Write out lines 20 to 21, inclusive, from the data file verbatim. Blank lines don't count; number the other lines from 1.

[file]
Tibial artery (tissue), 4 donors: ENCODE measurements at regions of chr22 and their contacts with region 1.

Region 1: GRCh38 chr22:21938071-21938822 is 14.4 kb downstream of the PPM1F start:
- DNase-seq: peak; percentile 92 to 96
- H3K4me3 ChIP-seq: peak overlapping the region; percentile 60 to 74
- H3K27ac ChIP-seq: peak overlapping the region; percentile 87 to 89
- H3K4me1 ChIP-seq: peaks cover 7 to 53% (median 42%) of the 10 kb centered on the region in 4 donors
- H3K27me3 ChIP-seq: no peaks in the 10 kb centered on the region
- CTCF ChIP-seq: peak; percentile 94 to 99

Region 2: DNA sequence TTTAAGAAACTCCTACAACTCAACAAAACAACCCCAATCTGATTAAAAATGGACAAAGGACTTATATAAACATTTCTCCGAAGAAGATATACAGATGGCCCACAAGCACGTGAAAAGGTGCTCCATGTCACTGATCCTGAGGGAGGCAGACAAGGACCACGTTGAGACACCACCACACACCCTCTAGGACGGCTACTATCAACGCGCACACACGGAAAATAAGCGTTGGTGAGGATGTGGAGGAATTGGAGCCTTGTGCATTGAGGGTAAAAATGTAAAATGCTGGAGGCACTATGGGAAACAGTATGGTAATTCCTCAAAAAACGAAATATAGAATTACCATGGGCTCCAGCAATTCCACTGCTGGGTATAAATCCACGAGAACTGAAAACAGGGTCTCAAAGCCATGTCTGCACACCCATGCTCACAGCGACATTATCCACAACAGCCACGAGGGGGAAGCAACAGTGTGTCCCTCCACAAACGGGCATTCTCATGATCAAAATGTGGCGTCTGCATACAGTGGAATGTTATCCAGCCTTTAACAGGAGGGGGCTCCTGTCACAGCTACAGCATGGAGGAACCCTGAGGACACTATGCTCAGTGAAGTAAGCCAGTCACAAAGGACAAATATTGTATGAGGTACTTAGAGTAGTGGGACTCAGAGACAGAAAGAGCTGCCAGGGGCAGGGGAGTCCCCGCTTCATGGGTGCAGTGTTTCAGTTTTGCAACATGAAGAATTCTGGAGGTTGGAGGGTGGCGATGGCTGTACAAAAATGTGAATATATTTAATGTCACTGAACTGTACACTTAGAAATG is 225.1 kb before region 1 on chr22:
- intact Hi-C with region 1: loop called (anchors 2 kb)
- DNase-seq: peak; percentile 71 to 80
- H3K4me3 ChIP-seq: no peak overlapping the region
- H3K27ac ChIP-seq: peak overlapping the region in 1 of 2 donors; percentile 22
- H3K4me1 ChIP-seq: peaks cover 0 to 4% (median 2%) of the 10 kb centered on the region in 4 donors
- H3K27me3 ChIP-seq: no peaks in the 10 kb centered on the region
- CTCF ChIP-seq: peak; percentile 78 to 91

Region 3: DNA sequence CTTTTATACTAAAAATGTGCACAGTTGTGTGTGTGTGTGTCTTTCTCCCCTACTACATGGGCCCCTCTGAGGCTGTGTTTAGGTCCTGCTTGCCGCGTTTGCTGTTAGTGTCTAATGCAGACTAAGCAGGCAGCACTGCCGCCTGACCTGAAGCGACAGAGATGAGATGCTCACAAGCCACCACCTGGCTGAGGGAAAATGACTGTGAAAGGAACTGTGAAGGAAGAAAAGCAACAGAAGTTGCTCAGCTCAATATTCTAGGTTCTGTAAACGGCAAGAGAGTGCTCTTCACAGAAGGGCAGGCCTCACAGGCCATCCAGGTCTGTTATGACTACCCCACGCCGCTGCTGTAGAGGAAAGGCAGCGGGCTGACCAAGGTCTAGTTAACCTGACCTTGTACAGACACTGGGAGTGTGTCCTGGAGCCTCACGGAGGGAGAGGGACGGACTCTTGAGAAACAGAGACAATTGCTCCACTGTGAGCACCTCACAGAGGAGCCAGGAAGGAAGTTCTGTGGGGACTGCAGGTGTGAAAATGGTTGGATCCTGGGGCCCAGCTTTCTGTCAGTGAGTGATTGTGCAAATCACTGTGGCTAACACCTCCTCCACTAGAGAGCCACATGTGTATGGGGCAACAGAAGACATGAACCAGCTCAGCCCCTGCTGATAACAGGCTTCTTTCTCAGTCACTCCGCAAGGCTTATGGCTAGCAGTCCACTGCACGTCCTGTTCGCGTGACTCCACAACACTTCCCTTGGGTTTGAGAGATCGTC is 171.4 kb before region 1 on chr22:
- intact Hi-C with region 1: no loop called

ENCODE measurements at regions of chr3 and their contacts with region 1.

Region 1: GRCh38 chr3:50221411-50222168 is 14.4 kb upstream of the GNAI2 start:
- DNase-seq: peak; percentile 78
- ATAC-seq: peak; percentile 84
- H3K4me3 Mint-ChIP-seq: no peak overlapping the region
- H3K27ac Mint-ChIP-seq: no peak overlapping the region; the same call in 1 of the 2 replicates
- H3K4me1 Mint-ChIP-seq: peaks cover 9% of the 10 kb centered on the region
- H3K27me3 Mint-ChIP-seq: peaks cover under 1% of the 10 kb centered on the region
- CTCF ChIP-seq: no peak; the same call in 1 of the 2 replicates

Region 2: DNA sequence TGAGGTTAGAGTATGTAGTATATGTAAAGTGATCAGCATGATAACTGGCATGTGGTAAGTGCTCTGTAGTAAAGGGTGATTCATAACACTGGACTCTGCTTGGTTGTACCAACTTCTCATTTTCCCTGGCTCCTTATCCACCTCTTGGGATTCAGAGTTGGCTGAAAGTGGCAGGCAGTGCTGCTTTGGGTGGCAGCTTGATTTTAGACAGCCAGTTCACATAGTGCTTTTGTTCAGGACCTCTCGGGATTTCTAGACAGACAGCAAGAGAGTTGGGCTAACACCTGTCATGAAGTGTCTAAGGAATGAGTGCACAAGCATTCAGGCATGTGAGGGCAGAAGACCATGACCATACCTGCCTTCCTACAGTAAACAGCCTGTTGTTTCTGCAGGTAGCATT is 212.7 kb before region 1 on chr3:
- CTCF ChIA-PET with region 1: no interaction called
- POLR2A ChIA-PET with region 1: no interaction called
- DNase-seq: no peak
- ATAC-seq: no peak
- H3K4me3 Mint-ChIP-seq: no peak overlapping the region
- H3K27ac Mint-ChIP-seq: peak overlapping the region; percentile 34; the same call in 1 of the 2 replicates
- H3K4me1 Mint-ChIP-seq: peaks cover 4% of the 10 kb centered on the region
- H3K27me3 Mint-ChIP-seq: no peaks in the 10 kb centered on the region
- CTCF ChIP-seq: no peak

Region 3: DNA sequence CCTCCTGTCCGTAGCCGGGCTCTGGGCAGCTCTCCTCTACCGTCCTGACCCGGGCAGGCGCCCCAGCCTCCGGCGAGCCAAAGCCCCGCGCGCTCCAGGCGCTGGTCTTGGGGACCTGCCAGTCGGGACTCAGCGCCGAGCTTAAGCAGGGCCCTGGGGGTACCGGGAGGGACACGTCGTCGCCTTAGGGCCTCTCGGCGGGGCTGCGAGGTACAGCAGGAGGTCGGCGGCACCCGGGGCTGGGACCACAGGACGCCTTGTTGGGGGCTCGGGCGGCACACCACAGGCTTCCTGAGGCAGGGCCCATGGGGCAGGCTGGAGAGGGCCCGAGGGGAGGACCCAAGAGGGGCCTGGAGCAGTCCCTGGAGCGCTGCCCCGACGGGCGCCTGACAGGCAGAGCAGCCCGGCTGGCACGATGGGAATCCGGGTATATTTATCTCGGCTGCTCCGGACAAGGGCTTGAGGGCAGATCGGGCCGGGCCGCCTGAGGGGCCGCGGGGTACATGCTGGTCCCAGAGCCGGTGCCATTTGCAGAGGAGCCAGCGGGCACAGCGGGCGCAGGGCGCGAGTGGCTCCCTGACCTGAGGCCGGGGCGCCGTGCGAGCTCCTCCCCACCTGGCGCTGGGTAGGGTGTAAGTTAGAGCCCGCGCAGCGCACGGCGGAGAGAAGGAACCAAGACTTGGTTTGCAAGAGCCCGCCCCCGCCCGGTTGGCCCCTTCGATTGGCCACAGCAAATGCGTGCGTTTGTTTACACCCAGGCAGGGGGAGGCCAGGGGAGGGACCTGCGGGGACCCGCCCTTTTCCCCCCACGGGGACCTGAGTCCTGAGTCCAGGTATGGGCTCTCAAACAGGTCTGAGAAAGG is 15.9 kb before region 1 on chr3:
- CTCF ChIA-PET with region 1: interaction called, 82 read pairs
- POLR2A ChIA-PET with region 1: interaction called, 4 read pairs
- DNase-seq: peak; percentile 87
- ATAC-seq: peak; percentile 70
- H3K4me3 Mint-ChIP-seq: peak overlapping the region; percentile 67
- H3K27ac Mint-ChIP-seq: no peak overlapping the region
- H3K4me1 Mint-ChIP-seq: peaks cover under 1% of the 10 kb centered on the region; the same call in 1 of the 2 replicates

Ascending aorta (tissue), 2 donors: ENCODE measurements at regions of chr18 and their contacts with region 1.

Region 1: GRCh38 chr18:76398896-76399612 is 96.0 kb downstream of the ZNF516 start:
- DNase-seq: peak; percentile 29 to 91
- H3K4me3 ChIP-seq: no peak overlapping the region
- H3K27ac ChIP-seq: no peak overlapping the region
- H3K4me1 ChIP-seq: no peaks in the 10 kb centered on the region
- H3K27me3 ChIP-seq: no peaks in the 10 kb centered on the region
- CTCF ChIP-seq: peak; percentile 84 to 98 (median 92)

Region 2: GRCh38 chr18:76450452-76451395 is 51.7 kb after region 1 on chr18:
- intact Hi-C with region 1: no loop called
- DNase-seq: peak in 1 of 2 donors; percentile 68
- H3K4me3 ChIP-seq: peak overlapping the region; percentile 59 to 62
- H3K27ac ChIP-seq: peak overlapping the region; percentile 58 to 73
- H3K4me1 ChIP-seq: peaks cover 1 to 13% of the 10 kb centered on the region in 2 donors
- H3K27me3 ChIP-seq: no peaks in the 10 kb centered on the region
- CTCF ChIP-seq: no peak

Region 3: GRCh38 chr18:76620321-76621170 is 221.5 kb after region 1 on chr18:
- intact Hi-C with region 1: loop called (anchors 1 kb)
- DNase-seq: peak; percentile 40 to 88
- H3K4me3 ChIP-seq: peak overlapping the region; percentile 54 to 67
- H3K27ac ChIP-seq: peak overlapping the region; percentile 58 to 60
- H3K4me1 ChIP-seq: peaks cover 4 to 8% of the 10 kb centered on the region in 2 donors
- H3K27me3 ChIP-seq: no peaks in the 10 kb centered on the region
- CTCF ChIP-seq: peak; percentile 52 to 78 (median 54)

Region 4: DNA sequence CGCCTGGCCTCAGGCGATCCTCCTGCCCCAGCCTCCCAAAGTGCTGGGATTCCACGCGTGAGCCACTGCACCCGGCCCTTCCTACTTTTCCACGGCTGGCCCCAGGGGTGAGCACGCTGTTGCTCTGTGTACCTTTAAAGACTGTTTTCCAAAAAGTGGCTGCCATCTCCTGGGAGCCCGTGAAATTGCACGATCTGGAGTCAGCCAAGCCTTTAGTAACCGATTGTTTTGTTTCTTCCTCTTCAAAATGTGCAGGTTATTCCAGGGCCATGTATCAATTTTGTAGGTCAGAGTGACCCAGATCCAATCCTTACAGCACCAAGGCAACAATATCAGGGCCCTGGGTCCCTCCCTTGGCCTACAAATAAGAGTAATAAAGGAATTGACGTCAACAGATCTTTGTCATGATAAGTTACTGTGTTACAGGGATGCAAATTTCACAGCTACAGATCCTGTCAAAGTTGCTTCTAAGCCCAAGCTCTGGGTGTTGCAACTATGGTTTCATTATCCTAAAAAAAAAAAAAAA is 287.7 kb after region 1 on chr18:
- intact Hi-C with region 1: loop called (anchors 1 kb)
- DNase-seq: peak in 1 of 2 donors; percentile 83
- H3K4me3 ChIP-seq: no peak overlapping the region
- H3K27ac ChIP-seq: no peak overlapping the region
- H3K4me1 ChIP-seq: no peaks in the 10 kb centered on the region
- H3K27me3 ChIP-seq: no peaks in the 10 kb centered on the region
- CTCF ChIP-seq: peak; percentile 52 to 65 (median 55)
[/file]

Region 1: GRCh38 chr3:50221411-50222168 is 14.4 kb upstream of the GNAI2 start:
- DNase-seq: peak; percentile 78